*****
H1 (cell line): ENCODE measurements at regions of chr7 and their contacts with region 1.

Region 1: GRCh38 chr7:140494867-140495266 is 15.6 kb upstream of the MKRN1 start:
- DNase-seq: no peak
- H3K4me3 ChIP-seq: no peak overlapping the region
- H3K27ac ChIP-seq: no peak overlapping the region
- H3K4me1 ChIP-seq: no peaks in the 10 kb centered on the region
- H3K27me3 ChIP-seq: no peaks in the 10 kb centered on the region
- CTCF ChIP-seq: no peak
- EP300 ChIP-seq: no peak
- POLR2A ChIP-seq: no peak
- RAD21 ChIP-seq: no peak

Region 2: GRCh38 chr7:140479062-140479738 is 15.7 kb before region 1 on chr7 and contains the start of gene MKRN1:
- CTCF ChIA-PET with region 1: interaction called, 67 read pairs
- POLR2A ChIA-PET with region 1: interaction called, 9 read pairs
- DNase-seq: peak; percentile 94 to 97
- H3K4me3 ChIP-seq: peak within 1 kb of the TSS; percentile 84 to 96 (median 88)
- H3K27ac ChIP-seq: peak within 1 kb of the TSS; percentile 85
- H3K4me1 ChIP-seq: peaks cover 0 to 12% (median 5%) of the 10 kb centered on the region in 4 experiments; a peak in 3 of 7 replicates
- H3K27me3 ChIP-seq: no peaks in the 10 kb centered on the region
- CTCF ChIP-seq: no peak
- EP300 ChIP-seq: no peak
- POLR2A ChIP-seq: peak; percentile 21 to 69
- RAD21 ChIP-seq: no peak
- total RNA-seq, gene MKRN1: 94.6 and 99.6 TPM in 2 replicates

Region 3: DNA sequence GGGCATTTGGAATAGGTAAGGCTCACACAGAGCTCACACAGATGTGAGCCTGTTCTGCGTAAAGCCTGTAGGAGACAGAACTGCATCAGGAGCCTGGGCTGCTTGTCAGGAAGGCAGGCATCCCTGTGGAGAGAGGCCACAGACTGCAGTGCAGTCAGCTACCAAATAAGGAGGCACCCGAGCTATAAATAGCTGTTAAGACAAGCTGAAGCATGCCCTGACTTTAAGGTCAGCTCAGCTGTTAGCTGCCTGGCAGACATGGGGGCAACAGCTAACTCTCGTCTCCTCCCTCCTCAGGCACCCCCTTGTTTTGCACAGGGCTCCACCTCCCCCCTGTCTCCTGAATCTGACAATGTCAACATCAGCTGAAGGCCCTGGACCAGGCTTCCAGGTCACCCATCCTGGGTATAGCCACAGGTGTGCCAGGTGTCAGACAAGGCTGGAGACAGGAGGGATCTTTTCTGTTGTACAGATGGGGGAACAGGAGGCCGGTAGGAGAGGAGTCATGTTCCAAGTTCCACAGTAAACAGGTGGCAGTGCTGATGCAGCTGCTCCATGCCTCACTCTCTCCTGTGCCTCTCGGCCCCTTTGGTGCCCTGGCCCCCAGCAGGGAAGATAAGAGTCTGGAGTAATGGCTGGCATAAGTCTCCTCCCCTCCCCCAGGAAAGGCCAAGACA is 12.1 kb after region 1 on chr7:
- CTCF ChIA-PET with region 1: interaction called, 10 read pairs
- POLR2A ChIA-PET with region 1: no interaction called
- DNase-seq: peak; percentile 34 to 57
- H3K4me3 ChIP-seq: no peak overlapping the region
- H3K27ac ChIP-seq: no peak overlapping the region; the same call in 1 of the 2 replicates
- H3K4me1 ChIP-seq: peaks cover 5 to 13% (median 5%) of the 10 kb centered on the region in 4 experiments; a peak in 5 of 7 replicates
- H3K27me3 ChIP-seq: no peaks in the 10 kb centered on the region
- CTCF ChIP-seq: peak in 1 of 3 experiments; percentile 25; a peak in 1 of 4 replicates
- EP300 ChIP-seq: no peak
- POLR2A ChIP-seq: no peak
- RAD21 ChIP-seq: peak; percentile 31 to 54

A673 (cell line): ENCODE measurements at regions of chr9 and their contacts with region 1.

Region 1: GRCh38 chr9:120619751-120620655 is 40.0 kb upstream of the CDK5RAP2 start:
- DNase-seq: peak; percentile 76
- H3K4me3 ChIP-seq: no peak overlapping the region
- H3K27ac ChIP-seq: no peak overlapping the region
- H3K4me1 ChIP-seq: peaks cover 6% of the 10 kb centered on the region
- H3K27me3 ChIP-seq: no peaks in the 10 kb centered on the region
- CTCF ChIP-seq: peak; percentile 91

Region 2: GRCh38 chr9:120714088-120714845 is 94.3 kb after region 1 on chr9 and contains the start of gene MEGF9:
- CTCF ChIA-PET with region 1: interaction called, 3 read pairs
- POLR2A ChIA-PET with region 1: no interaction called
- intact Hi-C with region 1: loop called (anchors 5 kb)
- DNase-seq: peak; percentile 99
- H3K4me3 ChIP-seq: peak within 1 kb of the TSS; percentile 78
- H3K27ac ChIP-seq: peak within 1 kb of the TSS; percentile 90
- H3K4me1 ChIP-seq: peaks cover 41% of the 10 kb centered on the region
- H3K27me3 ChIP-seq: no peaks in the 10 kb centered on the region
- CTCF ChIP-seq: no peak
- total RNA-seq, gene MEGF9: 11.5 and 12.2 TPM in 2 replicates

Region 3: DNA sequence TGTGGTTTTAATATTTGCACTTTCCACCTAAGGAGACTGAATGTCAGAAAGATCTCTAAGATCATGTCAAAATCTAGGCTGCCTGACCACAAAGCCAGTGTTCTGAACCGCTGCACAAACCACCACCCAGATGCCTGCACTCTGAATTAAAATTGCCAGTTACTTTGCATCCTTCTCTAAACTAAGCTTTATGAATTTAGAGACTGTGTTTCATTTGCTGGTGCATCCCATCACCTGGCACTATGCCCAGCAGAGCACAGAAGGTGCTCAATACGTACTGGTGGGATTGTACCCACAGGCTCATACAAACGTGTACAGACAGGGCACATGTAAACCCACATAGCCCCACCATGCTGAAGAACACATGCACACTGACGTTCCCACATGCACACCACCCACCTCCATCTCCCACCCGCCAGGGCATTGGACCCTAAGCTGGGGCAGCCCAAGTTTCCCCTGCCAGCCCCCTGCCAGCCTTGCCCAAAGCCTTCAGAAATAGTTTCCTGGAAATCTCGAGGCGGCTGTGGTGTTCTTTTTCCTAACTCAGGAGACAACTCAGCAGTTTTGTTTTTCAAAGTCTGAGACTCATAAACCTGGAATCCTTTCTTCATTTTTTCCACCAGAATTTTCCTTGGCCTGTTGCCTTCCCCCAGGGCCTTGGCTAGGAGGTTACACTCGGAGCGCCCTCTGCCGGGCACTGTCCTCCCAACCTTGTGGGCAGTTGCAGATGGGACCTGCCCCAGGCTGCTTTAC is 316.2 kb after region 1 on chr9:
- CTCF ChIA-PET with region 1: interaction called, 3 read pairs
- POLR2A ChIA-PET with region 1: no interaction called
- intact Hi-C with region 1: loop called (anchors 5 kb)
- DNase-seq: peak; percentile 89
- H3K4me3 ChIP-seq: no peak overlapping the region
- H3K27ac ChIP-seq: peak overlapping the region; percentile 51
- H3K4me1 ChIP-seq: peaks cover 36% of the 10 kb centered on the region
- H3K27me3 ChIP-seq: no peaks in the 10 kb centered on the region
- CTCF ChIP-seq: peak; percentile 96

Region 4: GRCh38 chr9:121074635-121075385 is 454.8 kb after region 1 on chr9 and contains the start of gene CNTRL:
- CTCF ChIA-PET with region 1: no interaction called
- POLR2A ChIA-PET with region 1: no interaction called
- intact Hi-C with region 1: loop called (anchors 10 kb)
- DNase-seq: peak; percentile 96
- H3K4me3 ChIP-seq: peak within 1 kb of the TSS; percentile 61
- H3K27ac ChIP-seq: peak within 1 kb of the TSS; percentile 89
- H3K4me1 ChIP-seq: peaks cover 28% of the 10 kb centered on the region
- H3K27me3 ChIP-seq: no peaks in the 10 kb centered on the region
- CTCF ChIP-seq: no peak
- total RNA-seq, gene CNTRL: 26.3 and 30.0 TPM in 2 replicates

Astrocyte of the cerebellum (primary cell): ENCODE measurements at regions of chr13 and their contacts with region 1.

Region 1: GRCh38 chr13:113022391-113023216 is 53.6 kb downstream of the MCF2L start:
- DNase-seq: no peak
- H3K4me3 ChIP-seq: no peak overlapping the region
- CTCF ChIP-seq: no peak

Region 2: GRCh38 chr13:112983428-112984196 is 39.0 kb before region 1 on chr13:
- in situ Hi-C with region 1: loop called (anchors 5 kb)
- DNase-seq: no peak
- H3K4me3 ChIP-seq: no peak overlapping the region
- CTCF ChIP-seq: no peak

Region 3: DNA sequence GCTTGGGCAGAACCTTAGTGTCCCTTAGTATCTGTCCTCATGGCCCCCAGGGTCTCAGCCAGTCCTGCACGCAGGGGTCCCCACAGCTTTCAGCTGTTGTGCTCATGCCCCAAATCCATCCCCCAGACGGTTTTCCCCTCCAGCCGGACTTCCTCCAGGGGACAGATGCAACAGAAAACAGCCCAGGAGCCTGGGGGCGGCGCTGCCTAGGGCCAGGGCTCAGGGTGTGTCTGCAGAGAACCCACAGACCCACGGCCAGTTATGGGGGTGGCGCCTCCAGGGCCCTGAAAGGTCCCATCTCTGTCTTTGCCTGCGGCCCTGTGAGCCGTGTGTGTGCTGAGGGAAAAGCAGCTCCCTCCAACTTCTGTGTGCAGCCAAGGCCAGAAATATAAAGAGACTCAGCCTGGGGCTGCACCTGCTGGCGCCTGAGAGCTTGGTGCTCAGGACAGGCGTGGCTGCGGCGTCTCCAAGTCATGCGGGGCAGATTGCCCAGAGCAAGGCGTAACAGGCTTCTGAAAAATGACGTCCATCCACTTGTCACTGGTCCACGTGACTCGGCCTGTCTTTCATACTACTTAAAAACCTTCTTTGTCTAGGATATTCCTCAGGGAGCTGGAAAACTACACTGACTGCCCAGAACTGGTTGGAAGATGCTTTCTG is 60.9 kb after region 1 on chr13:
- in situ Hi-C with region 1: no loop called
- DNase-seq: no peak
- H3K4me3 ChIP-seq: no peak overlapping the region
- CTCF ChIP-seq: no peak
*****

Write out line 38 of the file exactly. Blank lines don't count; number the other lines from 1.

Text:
Region 1: GRCh38 chr9:120619751-120620655 is 40.0 kb upstream of the CDK5RAP2 start: